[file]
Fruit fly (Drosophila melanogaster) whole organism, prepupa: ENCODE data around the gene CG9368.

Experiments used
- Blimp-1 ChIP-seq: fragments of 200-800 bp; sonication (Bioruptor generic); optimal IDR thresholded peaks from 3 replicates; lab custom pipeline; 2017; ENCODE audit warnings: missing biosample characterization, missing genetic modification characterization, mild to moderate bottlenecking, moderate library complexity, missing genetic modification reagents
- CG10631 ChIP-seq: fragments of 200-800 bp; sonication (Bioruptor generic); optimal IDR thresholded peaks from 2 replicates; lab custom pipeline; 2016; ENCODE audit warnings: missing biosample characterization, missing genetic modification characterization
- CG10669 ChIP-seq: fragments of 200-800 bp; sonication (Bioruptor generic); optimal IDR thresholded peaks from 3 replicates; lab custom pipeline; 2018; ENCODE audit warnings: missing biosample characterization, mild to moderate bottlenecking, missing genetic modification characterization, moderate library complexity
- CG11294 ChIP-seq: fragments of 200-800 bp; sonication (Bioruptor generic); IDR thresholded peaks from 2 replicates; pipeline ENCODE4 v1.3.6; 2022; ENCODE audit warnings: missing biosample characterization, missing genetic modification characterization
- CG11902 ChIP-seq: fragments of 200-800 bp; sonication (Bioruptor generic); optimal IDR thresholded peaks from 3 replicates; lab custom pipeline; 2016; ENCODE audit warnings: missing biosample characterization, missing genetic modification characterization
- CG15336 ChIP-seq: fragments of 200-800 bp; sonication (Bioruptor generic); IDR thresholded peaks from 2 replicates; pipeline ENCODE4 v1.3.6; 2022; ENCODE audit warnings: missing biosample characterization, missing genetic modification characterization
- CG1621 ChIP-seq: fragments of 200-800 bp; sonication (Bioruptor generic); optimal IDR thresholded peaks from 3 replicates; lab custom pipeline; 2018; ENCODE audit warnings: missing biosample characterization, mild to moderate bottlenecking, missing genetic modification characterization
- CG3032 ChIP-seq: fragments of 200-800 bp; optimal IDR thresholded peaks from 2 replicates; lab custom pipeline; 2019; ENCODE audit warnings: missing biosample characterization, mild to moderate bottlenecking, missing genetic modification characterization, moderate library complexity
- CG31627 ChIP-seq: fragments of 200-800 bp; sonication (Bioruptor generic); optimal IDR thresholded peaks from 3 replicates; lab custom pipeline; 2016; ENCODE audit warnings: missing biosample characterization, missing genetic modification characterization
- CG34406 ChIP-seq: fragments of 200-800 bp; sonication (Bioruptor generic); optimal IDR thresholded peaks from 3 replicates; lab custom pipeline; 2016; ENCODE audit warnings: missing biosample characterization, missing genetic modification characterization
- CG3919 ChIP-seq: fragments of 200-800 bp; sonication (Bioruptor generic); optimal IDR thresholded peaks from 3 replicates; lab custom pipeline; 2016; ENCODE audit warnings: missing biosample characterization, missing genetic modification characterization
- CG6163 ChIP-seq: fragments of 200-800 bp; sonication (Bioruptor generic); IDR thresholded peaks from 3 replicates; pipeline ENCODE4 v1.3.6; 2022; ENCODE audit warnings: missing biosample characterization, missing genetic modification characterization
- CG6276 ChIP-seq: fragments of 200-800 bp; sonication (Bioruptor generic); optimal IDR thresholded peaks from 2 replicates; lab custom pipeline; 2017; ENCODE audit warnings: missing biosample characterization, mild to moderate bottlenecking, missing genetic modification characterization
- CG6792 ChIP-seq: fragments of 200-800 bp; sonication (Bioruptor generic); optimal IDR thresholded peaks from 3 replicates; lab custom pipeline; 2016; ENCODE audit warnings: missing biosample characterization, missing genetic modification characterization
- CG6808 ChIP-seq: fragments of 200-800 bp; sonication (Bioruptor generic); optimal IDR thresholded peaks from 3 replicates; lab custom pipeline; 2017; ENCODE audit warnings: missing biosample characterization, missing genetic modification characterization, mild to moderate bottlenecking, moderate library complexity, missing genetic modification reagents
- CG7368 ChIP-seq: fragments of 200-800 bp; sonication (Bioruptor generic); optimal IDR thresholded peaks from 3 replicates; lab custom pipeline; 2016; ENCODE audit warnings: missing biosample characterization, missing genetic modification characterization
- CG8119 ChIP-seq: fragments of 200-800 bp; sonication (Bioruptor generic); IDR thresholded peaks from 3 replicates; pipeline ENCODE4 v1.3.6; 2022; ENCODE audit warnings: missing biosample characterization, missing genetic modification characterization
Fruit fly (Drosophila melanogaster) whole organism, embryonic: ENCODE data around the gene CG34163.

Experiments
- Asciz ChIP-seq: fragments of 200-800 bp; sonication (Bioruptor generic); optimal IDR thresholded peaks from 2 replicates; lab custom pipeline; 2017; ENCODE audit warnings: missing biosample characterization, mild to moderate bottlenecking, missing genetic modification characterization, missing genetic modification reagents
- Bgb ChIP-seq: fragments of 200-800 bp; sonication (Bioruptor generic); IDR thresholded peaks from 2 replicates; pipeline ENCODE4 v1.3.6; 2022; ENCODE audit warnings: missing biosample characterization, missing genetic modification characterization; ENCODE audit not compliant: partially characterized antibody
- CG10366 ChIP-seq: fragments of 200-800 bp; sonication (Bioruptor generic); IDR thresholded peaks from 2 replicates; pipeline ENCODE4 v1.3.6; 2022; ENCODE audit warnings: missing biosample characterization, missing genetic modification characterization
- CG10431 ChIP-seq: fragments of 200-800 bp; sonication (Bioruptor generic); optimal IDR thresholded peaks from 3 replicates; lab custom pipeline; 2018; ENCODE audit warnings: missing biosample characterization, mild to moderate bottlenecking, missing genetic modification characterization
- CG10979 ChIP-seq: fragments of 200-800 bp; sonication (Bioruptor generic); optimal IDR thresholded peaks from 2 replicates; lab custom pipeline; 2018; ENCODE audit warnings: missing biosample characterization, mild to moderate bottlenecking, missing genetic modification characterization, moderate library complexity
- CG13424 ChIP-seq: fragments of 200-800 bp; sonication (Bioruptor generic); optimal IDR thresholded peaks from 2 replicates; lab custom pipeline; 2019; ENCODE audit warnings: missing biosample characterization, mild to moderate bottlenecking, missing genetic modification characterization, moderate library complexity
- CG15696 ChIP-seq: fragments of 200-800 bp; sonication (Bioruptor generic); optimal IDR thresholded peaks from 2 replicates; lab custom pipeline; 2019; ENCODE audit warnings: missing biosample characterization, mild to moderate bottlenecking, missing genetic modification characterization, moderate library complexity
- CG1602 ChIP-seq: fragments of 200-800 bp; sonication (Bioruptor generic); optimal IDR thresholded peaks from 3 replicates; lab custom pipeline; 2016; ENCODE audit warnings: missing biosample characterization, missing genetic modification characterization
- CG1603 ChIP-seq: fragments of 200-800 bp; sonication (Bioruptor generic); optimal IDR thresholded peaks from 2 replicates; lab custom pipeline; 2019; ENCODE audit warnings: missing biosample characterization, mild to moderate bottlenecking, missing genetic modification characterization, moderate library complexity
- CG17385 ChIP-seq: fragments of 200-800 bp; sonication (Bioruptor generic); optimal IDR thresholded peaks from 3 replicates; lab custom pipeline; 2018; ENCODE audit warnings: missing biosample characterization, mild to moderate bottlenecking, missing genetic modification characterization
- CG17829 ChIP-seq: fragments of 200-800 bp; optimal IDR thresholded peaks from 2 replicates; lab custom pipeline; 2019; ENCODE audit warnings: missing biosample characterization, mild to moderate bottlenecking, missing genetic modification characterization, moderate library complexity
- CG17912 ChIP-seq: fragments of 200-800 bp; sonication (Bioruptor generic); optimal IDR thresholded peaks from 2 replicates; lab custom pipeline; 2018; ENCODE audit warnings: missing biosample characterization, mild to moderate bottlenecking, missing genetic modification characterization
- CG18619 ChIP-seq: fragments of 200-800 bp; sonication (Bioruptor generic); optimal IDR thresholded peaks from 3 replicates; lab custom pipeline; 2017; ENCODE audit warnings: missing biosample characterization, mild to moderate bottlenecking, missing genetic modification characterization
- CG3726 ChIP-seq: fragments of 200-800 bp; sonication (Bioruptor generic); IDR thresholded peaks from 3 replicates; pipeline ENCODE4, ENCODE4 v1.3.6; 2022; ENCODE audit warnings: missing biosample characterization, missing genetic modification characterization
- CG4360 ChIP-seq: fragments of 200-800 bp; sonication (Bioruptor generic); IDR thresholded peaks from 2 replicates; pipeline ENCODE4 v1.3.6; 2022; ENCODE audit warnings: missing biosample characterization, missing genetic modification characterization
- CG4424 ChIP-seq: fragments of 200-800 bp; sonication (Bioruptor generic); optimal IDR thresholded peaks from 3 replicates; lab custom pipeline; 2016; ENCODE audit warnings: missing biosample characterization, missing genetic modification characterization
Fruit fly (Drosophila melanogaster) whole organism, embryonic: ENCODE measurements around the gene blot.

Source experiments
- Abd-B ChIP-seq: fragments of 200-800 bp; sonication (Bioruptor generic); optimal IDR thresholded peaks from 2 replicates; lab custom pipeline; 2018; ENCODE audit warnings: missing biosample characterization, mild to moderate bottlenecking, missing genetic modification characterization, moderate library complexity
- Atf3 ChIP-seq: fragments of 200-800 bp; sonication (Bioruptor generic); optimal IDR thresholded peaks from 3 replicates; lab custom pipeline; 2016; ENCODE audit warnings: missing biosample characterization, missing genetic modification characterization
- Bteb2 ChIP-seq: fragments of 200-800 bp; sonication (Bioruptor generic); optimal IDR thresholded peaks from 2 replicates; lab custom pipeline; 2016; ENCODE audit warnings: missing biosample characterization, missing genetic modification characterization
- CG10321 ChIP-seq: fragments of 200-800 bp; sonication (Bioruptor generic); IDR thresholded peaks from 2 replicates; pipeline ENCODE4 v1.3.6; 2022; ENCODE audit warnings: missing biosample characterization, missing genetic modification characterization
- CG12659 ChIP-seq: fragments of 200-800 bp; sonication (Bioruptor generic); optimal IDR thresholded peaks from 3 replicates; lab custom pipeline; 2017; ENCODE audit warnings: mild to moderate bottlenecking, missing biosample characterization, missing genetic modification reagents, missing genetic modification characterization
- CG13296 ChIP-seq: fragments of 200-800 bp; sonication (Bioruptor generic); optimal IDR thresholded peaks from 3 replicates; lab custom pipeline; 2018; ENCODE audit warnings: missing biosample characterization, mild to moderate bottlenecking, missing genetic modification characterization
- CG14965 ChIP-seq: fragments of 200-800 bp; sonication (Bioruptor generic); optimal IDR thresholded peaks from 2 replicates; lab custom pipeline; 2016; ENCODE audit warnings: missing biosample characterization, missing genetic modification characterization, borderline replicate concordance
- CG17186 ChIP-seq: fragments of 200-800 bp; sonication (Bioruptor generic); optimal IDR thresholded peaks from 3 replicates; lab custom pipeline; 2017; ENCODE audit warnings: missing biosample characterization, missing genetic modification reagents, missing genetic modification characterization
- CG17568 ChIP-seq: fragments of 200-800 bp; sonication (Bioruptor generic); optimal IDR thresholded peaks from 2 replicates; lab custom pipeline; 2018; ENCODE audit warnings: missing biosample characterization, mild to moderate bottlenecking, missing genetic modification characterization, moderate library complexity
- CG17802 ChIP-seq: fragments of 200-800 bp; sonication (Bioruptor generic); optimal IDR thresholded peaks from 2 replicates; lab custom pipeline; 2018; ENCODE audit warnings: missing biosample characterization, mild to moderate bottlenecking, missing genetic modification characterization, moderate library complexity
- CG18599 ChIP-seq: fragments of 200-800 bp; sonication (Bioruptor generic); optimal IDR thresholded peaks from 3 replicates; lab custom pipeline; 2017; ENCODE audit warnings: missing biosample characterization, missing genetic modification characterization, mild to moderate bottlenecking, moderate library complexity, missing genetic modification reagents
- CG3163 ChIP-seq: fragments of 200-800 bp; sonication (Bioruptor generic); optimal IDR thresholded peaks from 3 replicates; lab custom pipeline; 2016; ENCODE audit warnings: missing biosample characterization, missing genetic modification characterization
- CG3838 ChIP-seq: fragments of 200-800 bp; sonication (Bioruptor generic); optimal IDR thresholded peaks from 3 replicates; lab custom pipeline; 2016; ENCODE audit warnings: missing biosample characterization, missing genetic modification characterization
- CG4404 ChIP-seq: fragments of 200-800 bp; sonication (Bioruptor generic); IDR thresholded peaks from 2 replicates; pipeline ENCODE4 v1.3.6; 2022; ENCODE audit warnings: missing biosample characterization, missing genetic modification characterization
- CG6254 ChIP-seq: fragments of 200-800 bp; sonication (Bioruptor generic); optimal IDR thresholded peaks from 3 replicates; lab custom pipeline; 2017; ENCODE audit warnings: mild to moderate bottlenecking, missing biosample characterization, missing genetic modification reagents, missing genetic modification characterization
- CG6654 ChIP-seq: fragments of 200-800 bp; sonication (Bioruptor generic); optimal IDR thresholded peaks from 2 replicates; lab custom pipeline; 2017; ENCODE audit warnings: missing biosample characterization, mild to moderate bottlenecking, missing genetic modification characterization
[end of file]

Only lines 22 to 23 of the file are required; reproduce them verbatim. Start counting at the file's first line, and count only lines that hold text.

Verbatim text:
- Asciz ChIP-seq: fragments of 200-800 bp; sonication (Bioruptor generic); optimal IDR thresholded peaks from 2 replicates; lab custom pipeline; 2017; ENCODE audit warnings: missing biosample characterization, mild to moderate bottlenecking, missing genetic modification characterization, missing genetic modification reagents
- Bgb ChIP-seq: fragments of 200-800 bp; sonication (Bioruptor generic); IDR thresholded peaks from 2 replicates; pipeline ENCODE4 v1.3.6; 2022; ENCODE audit warnings: missing biosample characterization, missing genetic modification characterization; ENCODE audit not compliant: partially characterized antibody